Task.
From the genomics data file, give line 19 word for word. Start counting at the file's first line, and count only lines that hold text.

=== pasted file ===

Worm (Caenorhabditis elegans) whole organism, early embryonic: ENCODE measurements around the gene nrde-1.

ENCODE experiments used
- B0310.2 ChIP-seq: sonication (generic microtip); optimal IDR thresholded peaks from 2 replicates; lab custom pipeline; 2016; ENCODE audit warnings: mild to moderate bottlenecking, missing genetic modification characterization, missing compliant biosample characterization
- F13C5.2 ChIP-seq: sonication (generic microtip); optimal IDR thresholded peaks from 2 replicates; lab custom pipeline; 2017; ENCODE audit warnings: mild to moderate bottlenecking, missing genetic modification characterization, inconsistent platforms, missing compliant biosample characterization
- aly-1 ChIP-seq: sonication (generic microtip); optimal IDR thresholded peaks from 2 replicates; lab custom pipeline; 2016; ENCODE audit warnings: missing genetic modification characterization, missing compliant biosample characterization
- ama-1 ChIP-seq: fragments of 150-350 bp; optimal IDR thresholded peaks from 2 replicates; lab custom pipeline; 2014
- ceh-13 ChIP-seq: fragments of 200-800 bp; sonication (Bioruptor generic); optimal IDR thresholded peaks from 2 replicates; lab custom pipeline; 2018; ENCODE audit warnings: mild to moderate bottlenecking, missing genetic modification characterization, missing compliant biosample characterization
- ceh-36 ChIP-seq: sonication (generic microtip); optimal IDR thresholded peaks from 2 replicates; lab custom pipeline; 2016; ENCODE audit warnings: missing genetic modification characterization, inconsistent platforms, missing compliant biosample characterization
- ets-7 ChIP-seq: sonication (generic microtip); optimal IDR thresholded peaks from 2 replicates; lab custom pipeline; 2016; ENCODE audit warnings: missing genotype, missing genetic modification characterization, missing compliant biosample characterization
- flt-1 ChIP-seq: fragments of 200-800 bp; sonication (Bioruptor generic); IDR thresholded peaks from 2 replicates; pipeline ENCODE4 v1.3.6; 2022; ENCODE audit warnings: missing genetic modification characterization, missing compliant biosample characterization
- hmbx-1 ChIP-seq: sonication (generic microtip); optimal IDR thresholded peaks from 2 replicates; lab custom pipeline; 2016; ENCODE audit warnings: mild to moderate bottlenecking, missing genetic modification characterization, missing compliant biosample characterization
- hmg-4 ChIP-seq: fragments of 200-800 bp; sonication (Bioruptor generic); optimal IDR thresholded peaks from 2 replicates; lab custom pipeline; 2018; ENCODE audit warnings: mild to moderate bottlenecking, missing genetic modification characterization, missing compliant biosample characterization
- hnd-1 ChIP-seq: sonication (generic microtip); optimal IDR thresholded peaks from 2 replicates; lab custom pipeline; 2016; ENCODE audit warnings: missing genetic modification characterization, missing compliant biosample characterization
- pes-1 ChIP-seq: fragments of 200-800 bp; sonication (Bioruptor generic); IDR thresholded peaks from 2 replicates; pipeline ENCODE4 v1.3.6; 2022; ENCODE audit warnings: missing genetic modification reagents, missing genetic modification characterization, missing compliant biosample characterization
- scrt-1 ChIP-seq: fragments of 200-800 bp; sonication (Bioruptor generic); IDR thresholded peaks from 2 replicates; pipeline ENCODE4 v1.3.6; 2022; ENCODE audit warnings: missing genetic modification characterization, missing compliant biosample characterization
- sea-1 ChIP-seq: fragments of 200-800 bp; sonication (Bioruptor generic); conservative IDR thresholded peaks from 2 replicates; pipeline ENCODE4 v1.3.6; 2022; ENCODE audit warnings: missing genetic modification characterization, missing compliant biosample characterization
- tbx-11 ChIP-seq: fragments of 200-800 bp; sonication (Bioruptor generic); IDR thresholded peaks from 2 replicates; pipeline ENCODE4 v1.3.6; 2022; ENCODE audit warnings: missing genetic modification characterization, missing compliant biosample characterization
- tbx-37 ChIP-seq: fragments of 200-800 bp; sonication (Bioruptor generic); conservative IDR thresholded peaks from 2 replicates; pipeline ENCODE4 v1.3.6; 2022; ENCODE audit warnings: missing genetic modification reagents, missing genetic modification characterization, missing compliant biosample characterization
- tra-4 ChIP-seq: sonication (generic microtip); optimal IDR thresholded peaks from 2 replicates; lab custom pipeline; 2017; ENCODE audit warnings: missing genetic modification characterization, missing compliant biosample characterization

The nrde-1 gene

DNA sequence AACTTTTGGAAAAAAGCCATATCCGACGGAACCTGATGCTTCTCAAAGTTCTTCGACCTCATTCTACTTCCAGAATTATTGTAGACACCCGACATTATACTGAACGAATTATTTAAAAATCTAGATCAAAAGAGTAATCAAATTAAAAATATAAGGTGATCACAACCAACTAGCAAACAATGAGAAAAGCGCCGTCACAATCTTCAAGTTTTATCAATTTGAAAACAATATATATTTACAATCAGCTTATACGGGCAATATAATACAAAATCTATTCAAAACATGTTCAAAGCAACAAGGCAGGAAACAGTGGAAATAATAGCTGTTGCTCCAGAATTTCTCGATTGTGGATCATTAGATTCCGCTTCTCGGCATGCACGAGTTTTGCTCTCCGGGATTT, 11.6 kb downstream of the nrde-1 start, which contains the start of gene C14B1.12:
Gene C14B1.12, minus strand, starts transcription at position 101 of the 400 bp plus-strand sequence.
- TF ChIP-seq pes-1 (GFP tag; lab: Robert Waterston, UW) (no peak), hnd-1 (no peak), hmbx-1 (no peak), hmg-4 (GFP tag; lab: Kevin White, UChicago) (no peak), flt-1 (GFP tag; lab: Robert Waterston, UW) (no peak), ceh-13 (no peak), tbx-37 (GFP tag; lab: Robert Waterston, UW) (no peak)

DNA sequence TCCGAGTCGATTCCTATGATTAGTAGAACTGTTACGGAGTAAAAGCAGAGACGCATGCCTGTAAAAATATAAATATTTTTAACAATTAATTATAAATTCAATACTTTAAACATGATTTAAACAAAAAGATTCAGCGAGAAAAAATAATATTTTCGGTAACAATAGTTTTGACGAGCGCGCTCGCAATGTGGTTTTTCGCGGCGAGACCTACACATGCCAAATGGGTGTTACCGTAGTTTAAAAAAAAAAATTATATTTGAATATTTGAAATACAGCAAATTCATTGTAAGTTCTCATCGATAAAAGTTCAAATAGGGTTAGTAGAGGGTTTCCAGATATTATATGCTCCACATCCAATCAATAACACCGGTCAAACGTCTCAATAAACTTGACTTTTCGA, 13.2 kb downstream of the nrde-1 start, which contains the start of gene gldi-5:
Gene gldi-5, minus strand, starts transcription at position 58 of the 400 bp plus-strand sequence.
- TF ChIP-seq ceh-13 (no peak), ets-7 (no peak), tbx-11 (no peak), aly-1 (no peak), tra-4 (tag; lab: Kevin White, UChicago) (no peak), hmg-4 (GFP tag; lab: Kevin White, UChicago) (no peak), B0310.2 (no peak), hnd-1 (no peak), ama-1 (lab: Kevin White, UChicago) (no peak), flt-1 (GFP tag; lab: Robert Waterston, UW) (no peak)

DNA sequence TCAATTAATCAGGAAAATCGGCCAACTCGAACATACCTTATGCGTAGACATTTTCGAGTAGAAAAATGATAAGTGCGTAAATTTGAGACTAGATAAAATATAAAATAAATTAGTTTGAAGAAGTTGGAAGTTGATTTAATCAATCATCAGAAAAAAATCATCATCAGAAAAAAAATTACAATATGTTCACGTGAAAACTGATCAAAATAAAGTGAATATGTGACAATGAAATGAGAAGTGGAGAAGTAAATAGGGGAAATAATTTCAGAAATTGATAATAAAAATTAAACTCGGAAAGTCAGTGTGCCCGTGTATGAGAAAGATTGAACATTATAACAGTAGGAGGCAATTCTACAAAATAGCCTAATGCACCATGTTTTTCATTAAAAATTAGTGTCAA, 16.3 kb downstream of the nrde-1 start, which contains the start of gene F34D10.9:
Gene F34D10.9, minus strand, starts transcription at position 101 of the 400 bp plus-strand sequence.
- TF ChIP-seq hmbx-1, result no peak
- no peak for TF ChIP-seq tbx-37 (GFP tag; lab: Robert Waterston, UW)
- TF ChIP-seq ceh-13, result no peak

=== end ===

- tra-4 ChIP-seq: sonication (generic microtip); optimal IDR thresholded peaks from 2 replicates; lab custom pipeline; 2017; ENCODE audit warnings: missing genetic modification characterization, missing compliant biosample characterization